1 Corinthians 3:11-15 For no other foundation can anyone lay than that which is laid, which is Jesus Christ. 12  Now if anyone builds on this foundation with gold, silver, precious stones, wood, hay, straw, 13  each one’s work will become clear; for the Day will declare it, because it will be revealed by fire; and the fire will test each one’s work, of what sort it is. 14  If anyone’s work which he has built on it endures, he will receive a reward. 15  If anyone’s work is burned, he will suffer loss; but he himself will be saved, yet so as through fire.


The point is that the ritual is built upon something that is already there, it is contingent on our already being saved and that our being saved is verified by our ritual.


James 2:20-26 But do you want to know, O foolish man, that faith without works is dead? 21  Was not Abraham our father justified by works when he offered Isaac his son on the altar? 22  Do you see that faith was working together with his works, and by works faith was made perfect? 23  And the Scripture was fulfilled which says, "Abraham believed God, and it was accounted to him for righteousness." And he was called the friend of God. 24  You see then that a man is justified by works, and not by faith only. 25  Likewise, was not Rahab the harlot also justified by works when she received the messengers and sent them out another way? 26  For as the body without the spirit is dead, so faith without works is dead also.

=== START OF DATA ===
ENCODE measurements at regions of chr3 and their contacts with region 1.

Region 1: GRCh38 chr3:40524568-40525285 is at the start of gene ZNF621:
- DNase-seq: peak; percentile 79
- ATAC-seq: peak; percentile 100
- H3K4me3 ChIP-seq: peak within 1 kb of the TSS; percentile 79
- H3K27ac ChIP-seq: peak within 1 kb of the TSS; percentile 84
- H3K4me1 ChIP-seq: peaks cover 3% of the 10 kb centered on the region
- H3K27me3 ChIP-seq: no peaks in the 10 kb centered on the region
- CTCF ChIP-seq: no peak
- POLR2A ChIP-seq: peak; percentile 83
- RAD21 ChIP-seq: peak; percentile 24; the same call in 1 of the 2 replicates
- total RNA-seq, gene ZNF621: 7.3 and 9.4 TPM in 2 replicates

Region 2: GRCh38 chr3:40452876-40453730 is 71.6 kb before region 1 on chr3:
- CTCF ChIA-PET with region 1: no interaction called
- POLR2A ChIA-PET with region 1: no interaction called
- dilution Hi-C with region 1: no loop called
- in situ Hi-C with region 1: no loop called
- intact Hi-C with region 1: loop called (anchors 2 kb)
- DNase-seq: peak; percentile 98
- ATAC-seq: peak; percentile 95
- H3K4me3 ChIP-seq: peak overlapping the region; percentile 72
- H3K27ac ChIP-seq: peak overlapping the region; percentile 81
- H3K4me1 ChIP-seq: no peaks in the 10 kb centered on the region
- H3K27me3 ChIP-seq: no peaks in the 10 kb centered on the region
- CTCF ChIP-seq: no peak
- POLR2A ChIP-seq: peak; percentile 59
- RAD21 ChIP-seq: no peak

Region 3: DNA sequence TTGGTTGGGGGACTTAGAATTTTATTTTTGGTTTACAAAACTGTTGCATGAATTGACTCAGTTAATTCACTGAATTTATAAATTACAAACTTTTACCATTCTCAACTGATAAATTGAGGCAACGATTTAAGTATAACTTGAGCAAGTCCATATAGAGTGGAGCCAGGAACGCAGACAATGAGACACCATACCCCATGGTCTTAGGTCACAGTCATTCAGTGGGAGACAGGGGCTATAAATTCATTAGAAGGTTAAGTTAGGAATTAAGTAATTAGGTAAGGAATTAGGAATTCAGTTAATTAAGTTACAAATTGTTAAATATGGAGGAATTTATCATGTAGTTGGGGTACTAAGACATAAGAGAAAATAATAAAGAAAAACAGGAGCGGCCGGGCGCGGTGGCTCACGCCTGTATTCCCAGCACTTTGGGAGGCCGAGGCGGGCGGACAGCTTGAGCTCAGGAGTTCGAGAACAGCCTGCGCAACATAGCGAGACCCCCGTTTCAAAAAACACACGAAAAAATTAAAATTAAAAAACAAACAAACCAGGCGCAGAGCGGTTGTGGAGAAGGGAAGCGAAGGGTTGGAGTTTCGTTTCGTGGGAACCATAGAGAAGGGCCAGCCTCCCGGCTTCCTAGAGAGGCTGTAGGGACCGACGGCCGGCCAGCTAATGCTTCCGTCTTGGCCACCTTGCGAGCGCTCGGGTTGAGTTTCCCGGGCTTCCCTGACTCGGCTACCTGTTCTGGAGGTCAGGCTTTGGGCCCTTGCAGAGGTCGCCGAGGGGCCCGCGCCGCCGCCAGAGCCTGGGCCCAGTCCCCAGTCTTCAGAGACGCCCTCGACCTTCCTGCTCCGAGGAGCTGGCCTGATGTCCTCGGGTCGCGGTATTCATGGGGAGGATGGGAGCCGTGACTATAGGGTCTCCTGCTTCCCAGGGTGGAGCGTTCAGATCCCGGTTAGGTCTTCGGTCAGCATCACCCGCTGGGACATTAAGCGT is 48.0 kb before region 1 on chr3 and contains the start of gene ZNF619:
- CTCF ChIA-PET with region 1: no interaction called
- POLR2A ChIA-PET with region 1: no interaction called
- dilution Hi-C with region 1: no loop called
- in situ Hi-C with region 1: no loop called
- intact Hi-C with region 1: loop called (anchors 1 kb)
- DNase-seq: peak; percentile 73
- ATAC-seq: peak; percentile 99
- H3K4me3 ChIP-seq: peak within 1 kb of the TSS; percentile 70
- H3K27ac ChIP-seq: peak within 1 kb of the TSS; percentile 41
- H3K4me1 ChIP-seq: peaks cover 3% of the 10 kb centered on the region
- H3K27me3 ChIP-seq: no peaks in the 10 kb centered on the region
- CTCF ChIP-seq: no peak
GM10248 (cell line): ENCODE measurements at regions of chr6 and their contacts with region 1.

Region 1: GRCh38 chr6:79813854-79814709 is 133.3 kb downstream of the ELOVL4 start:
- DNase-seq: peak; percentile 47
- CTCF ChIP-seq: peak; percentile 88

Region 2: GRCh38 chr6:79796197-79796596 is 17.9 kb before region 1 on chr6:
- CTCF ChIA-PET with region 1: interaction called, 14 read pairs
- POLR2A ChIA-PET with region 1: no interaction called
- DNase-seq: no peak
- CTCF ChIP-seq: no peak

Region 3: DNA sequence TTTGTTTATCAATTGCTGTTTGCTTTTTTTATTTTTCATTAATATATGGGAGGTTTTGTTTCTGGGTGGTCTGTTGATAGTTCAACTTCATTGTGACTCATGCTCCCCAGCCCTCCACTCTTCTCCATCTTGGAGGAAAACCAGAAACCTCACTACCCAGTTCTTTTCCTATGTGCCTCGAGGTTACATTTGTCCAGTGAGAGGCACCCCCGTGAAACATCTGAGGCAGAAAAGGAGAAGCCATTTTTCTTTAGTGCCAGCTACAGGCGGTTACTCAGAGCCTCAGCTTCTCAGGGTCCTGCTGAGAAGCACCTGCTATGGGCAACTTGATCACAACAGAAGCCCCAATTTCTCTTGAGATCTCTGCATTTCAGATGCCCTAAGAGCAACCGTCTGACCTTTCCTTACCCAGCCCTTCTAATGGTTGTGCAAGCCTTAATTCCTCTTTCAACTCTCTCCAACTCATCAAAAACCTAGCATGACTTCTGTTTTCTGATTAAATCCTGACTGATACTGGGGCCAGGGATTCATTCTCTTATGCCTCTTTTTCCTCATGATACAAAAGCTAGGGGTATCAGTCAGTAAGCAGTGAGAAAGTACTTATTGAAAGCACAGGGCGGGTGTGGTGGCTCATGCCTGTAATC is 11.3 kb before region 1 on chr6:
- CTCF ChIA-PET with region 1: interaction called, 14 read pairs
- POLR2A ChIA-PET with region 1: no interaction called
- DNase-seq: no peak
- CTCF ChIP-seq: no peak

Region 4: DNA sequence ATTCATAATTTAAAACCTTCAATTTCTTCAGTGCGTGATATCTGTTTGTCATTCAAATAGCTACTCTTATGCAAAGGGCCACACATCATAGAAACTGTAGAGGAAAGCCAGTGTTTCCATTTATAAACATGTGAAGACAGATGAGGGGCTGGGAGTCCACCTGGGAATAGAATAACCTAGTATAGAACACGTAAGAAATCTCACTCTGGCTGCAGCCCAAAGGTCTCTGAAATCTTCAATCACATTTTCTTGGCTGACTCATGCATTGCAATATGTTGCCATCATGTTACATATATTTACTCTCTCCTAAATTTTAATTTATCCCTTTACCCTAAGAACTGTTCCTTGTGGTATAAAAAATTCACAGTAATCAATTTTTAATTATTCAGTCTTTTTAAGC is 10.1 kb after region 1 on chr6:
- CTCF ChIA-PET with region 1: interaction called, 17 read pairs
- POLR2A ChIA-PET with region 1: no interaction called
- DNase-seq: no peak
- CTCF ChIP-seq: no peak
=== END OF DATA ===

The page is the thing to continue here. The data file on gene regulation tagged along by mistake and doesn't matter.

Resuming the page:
Getting back to grace as a gift. We often have the idea that our actions in some way reward God for what He has done for us. Returning again to the example of human grace, can the world at large truly pay back those who sacrifice themselves to protect other lives? Would such a payment even be asked? On both counts no. In part because the price is so high there is no repayment possible. More significantly because the sacrifice was not made to create a debt but because a wrong could be made right. This is what God did for you and I through Jesus Christ, He righted a wrong. He reconciled rebels to Himself through His own sacrifice. There is no repayment possible, only devotion.